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I was experimenting with a bash script that would recursively fork and call itself. The terminating condition was subtle and I got it a wrong a few times, the result being a script that called itself ad infinitum. What's a safe way to sandbox a script like this while debugging it so that every time there's a mistake, I don't have to deal with stopping the infinite tower that fills up the process table?

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I'd recommend against using recursion to create new processes, period. Use an iterative construct instead. – chepner Feb 3 '14 at 15:39
up vote 5 down vote accepted

You could use ulimit

ulimit -u 20

Will limit the maximum number of processes runned by your user

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Doesnt this limit the number of all processes instead of only the processes of the particular script? – eckes Feb 3 '14 at 16:59
@eckes Yes, but the OP is requesting for a sandbox to recover from fork bombs while debuging, so using a dedicated user or temporary limit the shell with ulimit does the trick. – Raul Andres Feb 3 '14 at 17:17
okay, did overlook this fact. +1 from me. – eckes Feb 3 '14 at 19:25

You could simply count the numbers of processes with your script name and terminate if the number gets too high.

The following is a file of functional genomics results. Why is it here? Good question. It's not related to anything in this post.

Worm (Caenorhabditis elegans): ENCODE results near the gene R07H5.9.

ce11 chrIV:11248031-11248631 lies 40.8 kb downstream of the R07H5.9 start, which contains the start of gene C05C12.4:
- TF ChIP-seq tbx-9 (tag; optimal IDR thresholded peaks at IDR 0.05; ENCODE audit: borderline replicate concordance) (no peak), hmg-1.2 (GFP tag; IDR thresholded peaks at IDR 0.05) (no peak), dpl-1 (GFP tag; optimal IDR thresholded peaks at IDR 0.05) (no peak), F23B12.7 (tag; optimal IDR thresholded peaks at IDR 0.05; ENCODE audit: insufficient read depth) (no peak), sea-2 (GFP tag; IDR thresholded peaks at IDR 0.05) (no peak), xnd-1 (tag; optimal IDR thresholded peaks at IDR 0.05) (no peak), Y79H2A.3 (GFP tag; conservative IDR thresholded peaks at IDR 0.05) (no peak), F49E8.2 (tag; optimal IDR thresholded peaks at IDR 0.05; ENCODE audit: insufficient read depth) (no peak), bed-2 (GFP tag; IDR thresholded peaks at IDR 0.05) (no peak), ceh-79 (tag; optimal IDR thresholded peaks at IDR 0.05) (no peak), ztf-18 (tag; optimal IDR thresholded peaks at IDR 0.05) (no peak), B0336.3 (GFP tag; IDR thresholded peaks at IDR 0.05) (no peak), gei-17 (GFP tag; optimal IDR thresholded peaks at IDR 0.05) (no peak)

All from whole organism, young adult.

This blog post introduces a function to achieve this:

  return $(ps -ef | grep -v grep | grep -c $1)

Explanation (taken from blog post):

  • ps -ef will return a list of all running processes (in detail),
  • and the process list will then be filtered first to exclude any instances of grep
  • and second to count the processes specified with $1

For re-usability the author provides the function as little script:

#   /usr/bin/processCount
#   Source:
[ -z $1 ] && {
  echo " "
  echo "Missing expected input."
  echo " "
  echo "USAGE:"
  echo " "
  echo " $0 <executable file>"
  echo " "
  echo " NOTE: When executing this script use the path and filename of the"
  echo " program. Using only the process name can potentially return inaccurate"
  echo " results."
  echo " "
  exit 1

echo $(ps -ef | grep -v grep | grep -v $0 | grep -c $1)

#script ends here.
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+1, but why not use pgrep? – l0b0 Feb 3 '14 at 15:50
@l0b0:… – eckes Feb 3 '14 at 15:55
OK, then why not use pgrep -f? – l0b0 Feb 3 '14 at 16:12

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